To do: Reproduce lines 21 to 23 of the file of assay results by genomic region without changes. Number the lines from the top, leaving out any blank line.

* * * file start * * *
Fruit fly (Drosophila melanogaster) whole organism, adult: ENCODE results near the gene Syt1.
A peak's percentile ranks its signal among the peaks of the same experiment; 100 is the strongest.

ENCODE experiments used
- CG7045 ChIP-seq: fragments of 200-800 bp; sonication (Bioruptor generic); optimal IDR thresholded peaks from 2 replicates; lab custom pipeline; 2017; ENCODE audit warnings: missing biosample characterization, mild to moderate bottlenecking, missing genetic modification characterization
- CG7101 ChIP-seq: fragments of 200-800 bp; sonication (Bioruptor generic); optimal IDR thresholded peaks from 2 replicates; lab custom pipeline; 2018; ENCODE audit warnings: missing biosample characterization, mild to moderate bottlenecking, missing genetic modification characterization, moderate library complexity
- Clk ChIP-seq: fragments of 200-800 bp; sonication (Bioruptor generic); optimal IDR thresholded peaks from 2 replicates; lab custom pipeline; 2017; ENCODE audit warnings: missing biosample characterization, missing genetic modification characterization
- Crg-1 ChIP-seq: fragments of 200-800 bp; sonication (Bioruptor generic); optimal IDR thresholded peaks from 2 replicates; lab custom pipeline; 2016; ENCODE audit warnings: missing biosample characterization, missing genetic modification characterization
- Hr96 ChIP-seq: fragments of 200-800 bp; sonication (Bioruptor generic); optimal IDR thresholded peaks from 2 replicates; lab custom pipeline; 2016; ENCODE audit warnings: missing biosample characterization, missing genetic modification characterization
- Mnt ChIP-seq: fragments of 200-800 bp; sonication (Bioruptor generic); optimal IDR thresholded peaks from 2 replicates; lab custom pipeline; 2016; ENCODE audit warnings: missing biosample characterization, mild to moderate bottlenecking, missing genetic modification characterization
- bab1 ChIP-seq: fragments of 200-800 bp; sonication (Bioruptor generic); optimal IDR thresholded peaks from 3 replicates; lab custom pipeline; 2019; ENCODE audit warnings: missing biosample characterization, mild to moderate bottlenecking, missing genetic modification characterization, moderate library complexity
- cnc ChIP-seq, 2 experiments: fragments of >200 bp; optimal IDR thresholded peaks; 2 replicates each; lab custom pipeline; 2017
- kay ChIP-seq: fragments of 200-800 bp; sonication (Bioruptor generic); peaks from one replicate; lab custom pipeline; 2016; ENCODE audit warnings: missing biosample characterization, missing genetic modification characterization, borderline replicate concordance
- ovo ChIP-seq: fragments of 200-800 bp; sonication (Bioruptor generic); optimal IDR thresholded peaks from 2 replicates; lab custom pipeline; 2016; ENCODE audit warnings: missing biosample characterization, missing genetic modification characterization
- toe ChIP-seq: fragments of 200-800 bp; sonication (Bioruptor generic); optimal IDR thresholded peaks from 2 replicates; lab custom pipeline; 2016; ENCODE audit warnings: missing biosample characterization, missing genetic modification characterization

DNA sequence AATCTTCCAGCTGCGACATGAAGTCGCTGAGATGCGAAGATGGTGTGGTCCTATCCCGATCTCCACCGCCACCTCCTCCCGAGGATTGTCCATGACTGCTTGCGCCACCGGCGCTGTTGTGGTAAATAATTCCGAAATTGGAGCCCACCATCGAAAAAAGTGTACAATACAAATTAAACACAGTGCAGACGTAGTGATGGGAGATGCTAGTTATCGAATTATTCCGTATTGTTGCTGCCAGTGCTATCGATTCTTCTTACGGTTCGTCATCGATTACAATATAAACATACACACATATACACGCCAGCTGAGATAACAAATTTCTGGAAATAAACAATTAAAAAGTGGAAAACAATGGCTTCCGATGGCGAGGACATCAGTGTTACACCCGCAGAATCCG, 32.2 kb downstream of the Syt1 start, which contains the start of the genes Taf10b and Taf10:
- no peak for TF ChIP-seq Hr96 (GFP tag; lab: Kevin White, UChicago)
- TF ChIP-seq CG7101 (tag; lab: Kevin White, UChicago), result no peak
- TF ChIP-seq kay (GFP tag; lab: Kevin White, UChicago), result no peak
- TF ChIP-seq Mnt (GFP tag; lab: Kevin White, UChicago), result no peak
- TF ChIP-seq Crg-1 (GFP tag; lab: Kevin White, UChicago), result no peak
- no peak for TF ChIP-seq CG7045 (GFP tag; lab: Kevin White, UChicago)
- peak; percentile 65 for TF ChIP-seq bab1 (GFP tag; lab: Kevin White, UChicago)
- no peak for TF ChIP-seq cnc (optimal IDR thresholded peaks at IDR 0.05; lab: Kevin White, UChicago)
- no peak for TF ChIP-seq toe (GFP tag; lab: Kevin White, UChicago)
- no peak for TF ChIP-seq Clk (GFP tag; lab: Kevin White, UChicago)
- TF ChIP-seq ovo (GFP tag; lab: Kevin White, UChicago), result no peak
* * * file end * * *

- no peak for TF ChIP-seq CG7045 (GFP tag; lab: Kevin White, UChicago)
- peak; percentile 65 for TF ChIP-seq bab1 (GFP tag; lab: Kevin White, UChicago)
- no peak for TF ChIP-seq cnc (optimal IDR thresholded peaks at IDR 0.05; lab: Kevin White, UChicago)